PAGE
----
The Other Side of Meltdown and Spectre Defense

I have been very surprised by how there has been so much talk about resolving the Intel speculative execution bugs (aka ‘meltdown’ and ‘spectre’), but so little talk about detection and prevention of the actual attack vectors.

Patches have had issues, been rolled back, blocked from being applied, and evaluated as outright useless, yet no one has advocated a strong protection strategy in the meantime. I continue to hear from vendors that there are no exploits in the wild so the threat is low. At the time I believed that to be true as well, and stated the same in my communications to our partners.

However, while that statement was understandable in early January, it is becoming more negligent to continue with that rhetoric with every day that goes by with explanations of the exploit path and proof of concept in the wild. It’s almost certain that by now attacks are developed, planned and most likely being launched silently. It’s important to remember that while this vulnerability requires local execution to exploit, local access is not necessarily required. This means not only protecting at the OS and application level with real time application scanning virus or behavioral tools, but protecting remote code execution vectors such as JavaScript browser based attacks, or preventing the piggybacking on an open remote code execution vulnerability are becoming more critical.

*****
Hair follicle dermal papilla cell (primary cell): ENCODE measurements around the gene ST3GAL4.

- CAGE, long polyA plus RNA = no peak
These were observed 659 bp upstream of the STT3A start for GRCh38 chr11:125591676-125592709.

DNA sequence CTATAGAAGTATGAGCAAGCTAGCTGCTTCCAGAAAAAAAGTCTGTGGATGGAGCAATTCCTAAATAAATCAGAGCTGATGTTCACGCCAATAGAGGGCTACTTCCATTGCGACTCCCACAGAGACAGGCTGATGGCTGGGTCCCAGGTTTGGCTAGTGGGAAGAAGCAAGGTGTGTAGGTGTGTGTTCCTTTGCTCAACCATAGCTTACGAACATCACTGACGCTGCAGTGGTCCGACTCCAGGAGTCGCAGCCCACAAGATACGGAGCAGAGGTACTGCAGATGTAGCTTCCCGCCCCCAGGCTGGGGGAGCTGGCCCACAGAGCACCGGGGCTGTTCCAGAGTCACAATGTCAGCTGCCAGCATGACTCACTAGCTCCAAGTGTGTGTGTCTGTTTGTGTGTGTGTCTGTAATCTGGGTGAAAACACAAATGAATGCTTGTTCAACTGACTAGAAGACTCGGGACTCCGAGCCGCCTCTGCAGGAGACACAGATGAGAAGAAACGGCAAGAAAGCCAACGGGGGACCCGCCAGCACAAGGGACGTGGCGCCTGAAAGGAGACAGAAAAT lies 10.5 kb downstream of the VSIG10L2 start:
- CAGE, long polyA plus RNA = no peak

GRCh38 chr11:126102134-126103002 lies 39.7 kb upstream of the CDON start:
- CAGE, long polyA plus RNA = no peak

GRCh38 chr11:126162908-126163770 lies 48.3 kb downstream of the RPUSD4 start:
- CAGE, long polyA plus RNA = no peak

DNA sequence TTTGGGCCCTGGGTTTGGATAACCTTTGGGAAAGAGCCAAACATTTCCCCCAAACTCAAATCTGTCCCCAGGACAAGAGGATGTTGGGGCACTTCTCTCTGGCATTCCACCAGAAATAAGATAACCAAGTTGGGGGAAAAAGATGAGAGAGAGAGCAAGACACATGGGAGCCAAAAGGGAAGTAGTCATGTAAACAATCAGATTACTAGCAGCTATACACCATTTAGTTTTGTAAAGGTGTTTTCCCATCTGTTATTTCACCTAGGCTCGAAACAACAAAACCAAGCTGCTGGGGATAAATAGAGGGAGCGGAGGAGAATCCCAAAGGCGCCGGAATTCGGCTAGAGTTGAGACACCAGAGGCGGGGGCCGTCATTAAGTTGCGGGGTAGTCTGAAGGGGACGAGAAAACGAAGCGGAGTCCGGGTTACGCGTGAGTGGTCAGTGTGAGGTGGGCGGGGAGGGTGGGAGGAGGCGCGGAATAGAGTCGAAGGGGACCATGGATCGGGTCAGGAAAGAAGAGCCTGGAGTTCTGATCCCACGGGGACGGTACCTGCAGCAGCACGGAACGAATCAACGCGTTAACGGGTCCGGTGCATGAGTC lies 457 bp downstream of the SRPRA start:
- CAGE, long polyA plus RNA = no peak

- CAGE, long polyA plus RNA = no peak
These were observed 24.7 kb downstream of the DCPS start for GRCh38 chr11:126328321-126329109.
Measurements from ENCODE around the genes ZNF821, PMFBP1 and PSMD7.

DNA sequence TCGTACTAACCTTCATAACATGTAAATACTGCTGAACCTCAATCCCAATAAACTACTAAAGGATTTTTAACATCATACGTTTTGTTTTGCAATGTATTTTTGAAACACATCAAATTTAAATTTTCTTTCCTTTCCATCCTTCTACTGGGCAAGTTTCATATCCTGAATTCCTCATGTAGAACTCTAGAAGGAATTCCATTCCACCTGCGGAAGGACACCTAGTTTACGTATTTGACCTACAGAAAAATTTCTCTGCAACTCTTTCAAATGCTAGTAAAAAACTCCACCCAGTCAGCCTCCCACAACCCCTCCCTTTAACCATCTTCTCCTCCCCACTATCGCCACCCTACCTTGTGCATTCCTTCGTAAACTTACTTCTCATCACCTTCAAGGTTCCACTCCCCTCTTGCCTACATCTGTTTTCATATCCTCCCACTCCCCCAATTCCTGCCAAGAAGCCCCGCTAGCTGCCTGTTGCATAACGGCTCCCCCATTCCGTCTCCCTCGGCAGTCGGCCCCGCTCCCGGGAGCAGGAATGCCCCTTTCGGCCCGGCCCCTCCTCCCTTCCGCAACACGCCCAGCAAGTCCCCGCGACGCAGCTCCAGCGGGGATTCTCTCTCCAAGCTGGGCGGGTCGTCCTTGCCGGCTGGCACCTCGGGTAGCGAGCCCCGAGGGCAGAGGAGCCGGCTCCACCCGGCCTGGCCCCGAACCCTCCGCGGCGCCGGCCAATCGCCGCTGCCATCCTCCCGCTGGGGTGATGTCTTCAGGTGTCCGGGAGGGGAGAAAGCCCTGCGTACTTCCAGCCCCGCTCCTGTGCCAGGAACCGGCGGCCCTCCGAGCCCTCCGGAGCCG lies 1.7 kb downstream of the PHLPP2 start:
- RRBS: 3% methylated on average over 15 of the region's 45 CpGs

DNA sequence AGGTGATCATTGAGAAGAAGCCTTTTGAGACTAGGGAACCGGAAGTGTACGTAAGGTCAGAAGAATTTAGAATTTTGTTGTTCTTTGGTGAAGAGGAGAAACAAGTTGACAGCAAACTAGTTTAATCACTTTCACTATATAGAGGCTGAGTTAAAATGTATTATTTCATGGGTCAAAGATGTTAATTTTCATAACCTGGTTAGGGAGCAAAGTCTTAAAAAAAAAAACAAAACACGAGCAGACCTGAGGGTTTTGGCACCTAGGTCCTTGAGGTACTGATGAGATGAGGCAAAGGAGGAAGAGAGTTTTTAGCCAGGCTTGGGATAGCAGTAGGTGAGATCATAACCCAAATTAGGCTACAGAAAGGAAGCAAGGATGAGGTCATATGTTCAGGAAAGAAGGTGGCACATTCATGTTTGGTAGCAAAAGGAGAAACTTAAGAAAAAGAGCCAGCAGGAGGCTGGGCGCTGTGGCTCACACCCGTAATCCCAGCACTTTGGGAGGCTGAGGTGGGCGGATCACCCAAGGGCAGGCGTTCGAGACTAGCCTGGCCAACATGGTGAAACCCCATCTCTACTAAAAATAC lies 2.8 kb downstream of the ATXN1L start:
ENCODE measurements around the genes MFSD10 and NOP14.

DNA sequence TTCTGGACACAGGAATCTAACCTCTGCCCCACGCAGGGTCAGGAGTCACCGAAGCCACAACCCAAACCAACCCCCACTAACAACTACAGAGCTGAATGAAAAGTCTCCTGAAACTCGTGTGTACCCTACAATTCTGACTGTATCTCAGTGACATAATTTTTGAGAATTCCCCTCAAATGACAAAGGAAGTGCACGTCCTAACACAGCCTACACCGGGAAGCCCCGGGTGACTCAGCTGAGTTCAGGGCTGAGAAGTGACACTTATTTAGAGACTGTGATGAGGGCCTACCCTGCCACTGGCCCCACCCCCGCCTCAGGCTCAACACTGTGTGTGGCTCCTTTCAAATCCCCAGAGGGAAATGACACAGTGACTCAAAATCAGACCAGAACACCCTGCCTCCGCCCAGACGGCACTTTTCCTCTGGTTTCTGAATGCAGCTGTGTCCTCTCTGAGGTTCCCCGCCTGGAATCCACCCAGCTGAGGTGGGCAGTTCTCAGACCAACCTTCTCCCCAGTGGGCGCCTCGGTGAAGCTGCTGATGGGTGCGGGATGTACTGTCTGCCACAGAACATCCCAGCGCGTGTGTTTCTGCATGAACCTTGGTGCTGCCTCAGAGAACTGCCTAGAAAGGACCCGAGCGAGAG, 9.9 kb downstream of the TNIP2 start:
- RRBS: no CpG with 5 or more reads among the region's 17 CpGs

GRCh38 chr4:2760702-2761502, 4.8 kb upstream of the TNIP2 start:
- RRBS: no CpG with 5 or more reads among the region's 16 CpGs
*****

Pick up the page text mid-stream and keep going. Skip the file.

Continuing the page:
So what am I getting at? Simple: other than its scale, this vulnerability is no different than any other. As always, it is just as important (if not more) to detect and protect as it is to remediate. The bigger the vulnerability the longer it takes to fully resolve, and the more important it is to watch the wall while you are exposed.

You cannot depend solely on OEMs and providers to save the day because their hands are tied by the complexity of solving the problem without rushing and causing further issues. All IT professionals have the responsibility of not only applying OS and firmware patches, but also ensuring that IDS platform signatures are up to date and working, firewalls and WAFs are isolating systems that need not be exposed externally, OS level agents are updated with signatures, browser protections are updated, SIEM rules and views are current, etc. The bottom line? A strong, actively maintained defensive posture is always required. There is ALWAYS an imminent threat, so if you operate with vigilance during a perceived time of peace you are ready for war time when it comes.

None of this is meant to imply that Green Cloud, Intel or any other vendor has no responsibility to protect you as diligently as they can. It’s simply the case that a multi-layered, in depth defense is required in the modern world of complex vulnerabilities. A sieve approach where there are many opportunities to possibly catch an attack early in its lifespan while remediation steps are being developed is always the safest course of action.

Stay tuned for a follow up on exactly how to implement such an approach.

Cloud Services Provider Eric Hester

by Eric Hester, Green Cloud Co-Founder and Chief Innovation Officer